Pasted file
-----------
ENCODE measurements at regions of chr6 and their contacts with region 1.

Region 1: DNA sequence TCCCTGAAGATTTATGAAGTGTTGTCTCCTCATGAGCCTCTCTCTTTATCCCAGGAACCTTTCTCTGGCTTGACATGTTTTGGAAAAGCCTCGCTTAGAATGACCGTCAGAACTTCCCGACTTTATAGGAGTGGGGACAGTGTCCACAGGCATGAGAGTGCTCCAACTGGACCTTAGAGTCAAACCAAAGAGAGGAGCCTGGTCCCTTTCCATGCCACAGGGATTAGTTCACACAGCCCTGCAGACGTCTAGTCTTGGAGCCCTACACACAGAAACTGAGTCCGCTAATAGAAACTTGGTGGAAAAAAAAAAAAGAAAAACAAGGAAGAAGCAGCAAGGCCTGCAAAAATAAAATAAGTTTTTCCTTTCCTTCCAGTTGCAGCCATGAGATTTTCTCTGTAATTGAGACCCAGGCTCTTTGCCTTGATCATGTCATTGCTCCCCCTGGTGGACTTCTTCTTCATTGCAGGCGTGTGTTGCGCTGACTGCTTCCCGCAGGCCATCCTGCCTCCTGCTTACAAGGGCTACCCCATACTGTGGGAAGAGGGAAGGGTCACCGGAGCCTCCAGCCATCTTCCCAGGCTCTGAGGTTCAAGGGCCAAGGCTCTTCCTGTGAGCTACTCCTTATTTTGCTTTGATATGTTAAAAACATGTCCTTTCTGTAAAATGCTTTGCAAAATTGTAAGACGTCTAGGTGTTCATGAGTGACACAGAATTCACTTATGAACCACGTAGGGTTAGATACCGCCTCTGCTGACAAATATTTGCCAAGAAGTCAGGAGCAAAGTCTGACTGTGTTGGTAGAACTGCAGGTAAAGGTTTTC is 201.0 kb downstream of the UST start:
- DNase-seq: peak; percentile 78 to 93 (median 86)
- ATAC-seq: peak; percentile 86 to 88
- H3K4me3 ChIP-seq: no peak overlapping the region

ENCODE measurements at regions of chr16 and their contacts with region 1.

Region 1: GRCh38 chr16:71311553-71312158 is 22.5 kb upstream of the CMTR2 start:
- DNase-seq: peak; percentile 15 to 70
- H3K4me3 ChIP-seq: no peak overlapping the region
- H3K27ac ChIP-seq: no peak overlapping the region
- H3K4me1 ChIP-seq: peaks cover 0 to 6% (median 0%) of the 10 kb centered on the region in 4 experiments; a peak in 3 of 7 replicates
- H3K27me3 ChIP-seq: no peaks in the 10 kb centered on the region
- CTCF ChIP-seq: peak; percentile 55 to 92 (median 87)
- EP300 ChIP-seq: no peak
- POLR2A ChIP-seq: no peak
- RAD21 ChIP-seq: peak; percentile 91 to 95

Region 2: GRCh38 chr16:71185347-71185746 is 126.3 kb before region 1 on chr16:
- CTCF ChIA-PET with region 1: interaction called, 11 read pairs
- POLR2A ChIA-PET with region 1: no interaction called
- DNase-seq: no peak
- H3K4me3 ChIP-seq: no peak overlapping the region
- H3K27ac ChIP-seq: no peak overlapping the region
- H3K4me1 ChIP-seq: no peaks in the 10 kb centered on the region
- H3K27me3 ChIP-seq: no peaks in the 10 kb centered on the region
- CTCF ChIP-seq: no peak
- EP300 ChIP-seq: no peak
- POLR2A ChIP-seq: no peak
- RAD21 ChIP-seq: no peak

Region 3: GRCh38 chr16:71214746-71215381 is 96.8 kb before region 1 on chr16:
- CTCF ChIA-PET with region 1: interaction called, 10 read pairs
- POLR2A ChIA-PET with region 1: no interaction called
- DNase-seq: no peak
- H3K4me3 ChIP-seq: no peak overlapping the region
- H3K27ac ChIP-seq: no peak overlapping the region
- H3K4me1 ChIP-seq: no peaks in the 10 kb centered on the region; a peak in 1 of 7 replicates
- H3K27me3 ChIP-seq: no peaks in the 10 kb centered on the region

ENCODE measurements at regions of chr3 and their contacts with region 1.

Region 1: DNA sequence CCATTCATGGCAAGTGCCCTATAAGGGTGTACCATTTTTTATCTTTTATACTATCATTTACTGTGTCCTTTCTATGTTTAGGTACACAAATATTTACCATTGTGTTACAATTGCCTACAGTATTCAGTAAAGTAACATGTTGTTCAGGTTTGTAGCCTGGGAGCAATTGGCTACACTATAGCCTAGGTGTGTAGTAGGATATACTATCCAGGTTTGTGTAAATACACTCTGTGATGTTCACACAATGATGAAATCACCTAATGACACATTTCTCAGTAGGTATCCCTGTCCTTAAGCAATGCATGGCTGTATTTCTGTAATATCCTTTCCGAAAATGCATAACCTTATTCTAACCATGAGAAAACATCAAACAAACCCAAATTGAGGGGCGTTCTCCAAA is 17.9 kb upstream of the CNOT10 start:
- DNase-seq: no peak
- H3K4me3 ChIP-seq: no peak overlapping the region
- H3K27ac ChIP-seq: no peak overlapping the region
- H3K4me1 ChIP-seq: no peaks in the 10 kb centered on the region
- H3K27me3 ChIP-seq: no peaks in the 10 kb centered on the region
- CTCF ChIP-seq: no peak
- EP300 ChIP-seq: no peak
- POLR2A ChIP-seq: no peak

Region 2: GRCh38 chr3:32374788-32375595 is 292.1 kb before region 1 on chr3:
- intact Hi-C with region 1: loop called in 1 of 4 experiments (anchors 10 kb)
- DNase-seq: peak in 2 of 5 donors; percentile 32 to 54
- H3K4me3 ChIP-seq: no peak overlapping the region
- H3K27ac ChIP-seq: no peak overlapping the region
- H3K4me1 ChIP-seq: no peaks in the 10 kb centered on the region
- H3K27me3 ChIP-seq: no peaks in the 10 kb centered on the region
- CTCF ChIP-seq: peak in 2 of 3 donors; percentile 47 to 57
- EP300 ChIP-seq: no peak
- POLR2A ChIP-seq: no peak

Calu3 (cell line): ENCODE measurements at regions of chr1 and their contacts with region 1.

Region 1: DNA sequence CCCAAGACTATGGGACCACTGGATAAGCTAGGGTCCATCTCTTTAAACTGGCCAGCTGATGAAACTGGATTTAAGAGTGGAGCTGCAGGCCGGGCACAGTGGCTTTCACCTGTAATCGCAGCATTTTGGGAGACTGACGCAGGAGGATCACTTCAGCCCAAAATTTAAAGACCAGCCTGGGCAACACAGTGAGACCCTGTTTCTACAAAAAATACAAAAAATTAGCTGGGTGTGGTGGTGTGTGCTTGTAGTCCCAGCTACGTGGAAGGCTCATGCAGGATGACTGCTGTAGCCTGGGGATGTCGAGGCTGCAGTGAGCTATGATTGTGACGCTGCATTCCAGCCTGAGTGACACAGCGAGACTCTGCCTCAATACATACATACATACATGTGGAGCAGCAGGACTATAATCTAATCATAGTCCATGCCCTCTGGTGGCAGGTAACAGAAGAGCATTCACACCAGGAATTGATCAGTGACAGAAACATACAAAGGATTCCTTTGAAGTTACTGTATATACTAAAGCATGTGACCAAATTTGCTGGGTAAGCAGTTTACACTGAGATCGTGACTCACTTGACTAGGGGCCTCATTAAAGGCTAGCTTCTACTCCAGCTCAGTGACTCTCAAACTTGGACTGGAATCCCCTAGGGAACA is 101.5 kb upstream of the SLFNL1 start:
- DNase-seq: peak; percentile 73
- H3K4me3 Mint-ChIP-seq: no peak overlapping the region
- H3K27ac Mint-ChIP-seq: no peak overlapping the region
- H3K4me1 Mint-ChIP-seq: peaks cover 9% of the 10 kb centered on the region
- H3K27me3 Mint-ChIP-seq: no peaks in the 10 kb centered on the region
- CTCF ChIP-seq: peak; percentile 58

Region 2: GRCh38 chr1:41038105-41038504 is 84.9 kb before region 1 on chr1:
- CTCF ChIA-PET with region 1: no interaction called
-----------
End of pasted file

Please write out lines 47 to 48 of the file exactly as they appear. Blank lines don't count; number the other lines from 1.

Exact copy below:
Region 2: GRCh38 chr3:32374788-32375595 is 292.1 kb before region 1 on chr3:
- intact Hi-C with region 1: loop called in 1 of 4 experiments (anchors 10 kb)